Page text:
Neuroreligious studies essentially divides religion into two discernable areas:
1) A study of what gives rise to the doxologies of religion. In this regard, all religions are verbatim similar when they discuss the moral stuff that one should do...i.e. doing unto others as you would have done unto you, teaching the children well, giving generously etc.
2) The morphology of myths of origin. In this regard, though religions may seem different in terms of their myths of beginning in reality, their founding characters all share a human like concern for imparting stragetically important information that matters to humans.
1) For the evolution of religious doxology I would recommend:
ONENESS by Jeffrey Moses because it shows the verbatim similarity of religions in laying out essential moral rules (i.e. do unto others).
ORIGINS OF VIRTUE by Matt Ridley. Ridley is a genetistic par excellente. His book tells why humans value cooperation and virtue as a matter of genetic imperative.
THE PRISONER'S DILEMNA by William Poundstone. Poundstone simply discusses game theory which posits that cooperation is actually a selfish virtue in that it most economically enhances the prospects of success.
EVOLUTION OF COOPERATION by Robert Axelrod. Axelrod did a computer simulation which showed the power of the golden rule even in an environment occupied only by computer programs.Read more ›
Take the very last paragraph, for example. "If God is a creation of the brain, then God's brain is our brain. There is then no lower authority to be found than the operations and impact of our brains and the process of brainsoothing. We named the brain as the source of infinity. This is surely appropriate since it was our commitment to that brain that caused ambitious humans to call ourselves sapiens. And, by and large, that we are, give or take... " Huh?
I am left with the distinct impression that the authors were in the habit of splitting a few bottles of wine (or worse) before sitting down to write. Perhaps I should have done the same when I sat down to read.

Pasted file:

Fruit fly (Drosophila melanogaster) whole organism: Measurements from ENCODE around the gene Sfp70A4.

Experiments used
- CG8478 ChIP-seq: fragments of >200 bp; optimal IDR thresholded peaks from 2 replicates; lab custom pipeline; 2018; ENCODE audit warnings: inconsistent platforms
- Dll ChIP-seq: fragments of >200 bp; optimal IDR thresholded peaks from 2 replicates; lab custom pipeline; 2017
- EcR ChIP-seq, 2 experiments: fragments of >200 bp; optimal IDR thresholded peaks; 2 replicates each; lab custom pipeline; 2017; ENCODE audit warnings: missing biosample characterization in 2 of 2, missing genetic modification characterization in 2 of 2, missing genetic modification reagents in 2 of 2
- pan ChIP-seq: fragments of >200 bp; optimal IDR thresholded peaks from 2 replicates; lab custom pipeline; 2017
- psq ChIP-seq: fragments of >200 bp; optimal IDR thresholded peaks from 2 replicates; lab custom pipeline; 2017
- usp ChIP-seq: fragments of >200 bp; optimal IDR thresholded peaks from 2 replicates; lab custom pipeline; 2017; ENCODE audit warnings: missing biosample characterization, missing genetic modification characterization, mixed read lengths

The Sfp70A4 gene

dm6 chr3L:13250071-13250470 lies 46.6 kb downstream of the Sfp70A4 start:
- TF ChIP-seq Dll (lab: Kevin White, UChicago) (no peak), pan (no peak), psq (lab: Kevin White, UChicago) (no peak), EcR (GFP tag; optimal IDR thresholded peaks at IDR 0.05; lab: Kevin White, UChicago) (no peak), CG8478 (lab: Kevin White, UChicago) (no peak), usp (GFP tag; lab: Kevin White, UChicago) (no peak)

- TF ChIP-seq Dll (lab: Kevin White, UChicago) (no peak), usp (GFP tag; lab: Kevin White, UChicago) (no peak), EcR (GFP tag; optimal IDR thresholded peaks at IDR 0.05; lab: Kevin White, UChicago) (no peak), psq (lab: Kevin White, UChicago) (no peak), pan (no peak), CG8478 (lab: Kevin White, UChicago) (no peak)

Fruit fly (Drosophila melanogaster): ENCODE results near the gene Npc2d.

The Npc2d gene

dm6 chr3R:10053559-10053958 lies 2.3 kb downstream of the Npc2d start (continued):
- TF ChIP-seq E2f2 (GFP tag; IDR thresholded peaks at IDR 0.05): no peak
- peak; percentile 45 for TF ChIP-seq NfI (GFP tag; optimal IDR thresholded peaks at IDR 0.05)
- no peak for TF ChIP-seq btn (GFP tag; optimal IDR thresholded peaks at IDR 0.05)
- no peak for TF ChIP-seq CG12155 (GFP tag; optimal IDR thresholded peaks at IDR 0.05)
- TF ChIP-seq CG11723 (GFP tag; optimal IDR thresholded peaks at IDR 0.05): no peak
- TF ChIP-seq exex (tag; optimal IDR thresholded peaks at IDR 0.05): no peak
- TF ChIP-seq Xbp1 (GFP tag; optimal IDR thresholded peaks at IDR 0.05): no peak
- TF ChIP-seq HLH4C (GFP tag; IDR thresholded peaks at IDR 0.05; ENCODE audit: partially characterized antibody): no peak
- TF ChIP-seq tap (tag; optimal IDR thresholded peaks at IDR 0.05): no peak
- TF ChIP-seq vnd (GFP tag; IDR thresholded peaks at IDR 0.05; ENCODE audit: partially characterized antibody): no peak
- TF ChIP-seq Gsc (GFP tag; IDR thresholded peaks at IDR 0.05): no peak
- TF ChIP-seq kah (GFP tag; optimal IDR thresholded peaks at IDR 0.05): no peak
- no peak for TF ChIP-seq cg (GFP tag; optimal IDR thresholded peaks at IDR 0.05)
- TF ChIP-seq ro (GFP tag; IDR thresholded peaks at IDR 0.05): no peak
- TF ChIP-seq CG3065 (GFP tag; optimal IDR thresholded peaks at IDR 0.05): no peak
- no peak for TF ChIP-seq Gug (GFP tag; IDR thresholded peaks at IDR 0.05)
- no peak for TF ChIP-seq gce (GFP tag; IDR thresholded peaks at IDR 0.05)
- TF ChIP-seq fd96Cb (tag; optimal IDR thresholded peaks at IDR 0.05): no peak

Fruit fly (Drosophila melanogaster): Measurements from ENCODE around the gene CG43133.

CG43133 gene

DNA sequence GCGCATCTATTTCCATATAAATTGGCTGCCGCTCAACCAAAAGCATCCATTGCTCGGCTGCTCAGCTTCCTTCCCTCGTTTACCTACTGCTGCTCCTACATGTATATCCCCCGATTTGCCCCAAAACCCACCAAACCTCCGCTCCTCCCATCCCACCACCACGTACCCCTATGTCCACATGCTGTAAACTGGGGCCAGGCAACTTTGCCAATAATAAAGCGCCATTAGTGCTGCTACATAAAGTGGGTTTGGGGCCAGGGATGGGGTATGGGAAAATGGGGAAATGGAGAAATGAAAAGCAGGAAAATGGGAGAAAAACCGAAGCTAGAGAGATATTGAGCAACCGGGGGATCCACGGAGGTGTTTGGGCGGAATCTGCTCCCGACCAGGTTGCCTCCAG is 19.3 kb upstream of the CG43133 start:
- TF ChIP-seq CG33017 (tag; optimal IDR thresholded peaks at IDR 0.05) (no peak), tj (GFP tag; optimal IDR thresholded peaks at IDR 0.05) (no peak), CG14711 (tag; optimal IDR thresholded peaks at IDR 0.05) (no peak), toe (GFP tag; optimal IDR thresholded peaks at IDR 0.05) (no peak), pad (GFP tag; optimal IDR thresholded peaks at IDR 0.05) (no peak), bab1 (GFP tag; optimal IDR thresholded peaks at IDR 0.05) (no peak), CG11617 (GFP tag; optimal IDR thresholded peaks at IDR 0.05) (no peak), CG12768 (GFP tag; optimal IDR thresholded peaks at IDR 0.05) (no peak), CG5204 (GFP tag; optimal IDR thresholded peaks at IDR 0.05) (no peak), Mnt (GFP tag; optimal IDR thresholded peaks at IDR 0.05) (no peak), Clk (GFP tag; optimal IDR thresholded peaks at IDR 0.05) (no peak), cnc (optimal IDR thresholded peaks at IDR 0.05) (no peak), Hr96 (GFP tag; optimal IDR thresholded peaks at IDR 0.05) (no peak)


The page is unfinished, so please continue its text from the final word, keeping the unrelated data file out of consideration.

Most Recent Customer Reviews
A little long winded to get to the concept, but still relly good.Published 18 months ago by antowan batts
When books of just over 200 pages, little bitter than paperback dimensions, have list prices of $25, publishers and booksellers have no reason to throw hissy fits. Read morePublished on September 10, 2010 by S. J. Snyder
Naturally a difficult book to read but well worth the effort for those who seek reasons for the strange habits of the mind. Read morePublished on July 12, 2010 by Chris Wood
"What if it is discovered that the source and essence of [religious] identity results not from theological commitment and texts but form operations of the brain? Read morePublished on May 23, 2010 by J. C. W. West
Lionel Tiger and Michael McQuire have provided a carefully balanced presentation of the evidence for the evolution of religion. Read morePublished on May 18, 2010 by R. Hugh Cunningham
Two authors radically change the typical discussion of the existence of God and the nature of religion, considering the purpose and needs of religion, its source, and why every... Read morePublished on May 14, 2010 by Midwest Book Review
Over the past ten years a series of books have claimed that people with serious religious affiliations are mentally deranged. Read morePublished on May 6, 2010 by Nancy Brown
I heard Buckminster Fuller talk shortly before he died. When he said that our greatest danger was from religion, at the same time President Reagan was declaring the Soviet Union... Read morePublished on April 21, 2010 by Michael Cogan
A fascinating discourse on how religion is to the brain as jogging is to the legs. Refreshing and readable.Published on April 17, 2010 by Alexander C. Sanger